This book is another one that I picked up in March, but I only just now got around to reading it. It pushes the envelope of what can be called a "verse novel," but there is enough story to it to make it clearly more than "just" a "sequence." Rosellen Brown writes in the first person here, but the speaker is Cora Fry, a woman who lives most of her life in Oxford, New Hampshire, where as an adult she is first a housewife and then a mail carrier. The narrative is basically the narrative of a life: children are raised, tensions between husband and wife are dealt with, and eventually Cora and her husband move to another town after he has gone through a period of unemployment. This story of a life makes the book more a novel than a sequence.
At the same time, the individual poems can mostly be read on their own, as well (which, it could be argued, makes it more a sequence than a novel). There are many vivid moments, as in a poem about Cora's children that contains this frightening thought for all parents:
And if I died
This is followed a bit later by a a crisp poem acting out how the light from a new streetlamp would upset someone nearby who is not used to light shining in the window at night. Another memorable poem describes how a muskrat chewed off its leg to escape a trap, leaving behind only a leg for Cora's husband and son to find there. A third is about gardening and the gardener's uncertainty about the vegetables she plants:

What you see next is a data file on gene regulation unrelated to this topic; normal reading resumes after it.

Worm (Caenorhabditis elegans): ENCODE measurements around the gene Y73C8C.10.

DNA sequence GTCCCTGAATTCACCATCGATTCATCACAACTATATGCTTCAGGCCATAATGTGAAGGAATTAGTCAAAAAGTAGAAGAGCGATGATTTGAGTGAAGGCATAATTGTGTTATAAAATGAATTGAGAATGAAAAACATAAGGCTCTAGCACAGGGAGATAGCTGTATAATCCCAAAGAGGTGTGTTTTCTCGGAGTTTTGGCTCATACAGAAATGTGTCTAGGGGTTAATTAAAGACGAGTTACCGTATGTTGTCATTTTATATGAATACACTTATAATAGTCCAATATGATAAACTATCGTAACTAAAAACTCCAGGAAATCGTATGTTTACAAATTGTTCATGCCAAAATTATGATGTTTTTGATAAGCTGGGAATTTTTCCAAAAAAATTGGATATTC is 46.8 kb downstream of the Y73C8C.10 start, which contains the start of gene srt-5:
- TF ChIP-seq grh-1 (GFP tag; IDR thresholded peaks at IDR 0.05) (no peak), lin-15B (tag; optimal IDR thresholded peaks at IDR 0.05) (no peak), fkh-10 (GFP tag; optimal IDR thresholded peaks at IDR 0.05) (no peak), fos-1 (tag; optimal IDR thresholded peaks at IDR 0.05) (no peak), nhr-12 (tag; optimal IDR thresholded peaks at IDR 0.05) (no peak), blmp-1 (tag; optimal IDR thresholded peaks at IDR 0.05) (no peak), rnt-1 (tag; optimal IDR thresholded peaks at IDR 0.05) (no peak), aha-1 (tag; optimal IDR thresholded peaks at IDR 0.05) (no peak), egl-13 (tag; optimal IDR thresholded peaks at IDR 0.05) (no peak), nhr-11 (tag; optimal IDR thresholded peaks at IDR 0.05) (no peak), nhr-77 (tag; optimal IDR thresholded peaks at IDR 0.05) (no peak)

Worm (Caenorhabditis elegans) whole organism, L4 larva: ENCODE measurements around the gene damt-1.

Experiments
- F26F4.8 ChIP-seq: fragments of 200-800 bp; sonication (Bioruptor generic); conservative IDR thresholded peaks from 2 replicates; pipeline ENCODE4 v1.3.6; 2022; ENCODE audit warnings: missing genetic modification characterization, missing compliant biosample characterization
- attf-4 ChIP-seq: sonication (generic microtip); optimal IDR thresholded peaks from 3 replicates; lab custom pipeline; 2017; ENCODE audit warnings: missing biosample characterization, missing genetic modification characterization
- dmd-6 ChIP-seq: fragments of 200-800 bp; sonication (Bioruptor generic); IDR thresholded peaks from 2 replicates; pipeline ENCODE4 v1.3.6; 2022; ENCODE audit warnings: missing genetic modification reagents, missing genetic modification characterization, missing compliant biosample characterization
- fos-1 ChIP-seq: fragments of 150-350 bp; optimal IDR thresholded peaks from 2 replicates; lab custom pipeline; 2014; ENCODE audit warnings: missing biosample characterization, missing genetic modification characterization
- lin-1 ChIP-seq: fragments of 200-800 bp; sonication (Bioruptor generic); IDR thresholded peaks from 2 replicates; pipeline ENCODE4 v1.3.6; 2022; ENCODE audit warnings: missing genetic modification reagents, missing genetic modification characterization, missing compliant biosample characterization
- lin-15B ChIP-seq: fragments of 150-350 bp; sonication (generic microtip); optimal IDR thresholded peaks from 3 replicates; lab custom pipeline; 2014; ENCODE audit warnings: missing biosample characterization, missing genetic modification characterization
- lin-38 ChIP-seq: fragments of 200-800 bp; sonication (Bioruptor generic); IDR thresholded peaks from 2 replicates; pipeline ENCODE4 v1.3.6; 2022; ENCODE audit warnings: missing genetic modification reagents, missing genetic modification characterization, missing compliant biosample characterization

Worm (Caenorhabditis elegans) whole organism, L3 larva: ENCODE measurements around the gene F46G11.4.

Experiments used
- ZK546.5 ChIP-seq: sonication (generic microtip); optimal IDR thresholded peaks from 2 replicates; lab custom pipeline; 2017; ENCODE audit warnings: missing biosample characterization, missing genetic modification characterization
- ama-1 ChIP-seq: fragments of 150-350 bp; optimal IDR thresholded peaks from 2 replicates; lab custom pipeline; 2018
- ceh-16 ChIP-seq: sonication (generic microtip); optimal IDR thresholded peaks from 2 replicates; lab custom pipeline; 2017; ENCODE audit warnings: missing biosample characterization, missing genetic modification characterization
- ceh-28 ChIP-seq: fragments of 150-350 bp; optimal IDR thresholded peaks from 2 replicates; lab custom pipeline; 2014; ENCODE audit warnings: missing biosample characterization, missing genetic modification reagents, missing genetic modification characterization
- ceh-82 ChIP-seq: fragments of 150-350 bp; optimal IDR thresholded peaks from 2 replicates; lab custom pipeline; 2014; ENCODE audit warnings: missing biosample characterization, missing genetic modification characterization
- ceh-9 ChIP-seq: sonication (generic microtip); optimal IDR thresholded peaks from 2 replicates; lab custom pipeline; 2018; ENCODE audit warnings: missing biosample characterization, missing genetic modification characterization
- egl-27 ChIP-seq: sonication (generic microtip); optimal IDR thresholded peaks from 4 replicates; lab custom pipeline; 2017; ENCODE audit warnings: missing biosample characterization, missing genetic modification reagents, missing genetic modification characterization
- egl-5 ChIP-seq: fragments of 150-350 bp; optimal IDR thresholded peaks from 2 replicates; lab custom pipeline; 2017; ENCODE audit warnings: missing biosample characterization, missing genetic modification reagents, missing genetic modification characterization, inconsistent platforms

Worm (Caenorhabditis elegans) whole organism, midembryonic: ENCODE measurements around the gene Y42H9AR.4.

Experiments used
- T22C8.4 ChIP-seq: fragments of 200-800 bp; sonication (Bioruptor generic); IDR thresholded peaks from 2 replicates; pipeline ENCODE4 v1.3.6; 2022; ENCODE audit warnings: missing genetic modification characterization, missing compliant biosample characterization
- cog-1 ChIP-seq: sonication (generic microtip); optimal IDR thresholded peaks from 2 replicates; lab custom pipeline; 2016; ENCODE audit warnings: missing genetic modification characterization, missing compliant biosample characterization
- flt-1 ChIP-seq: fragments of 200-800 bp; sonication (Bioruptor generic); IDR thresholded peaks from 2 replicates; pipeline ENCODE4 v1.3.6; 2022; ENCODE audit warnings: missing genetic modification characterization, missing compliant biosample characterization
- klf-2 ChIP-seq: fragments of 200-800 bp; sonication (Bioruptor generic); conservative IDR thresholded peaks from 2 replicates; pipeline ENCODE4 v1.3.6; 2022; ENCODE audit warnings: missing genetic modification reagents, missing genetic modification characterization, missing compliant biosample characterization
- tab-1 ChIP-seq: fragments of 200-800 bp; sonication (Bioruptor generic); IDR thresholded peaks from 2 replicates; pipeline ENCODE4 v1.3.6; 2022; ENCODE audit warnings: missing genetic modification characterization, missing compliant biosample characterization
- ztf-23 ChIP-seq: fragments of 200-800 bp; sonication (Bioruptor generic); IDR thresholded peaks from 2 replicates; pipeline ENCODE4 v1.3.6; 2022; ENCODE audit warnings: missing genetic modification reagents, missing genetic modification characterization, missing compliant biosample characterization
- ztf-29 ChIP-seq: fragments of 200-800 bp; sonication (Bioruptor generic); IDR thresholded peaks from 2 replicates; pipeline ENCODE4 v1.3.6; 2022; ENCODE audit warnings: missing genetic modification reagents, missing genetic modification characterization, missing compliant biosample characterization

Each year I doubt, each year they prosper.
The gardener's doubt, that is, does not influence the success or failure of the garden. (I have the same doubt when I tie-dye shirts: each time I doubt, each time they come out.)
There is a memory of her son on a merry-go-round, thinking that the "red and white horse" would "canter off across / the town green." At the same time, there is a much later poem about talking to adult children, remembering things, and noticing:
They have forgotten the childhoods we had
together, they remember only their own.
The book is actually two books: Cora Fry was apparently published much earlier; the 1994 edition that I have includes all of Cora Fry and then continues with the actual Cora Fry's Pillow Book. The two books cover different time periods (the former the housewife years, so to speak, and the latter the mail-carrier years) and are written in different forms (shorter lines in the former, much longer lines in the latter).
One of the more startling moments comes near the end of the second part, when Cora reflects on the lives of those who have lived in or near Oxford all their lives:
... I feel like a pilot
flying over the tiny, separate plots of our lives,
I see how the shapes we've worked so hard at carving out and cultivating
to look like no one else's begin to resemble each other. At fifteen thousand feet,
they blend, their borders run together, vague, finally invisible.
All in all, Cora Fry's Pillow Book is another fine addition to my list of verse novels.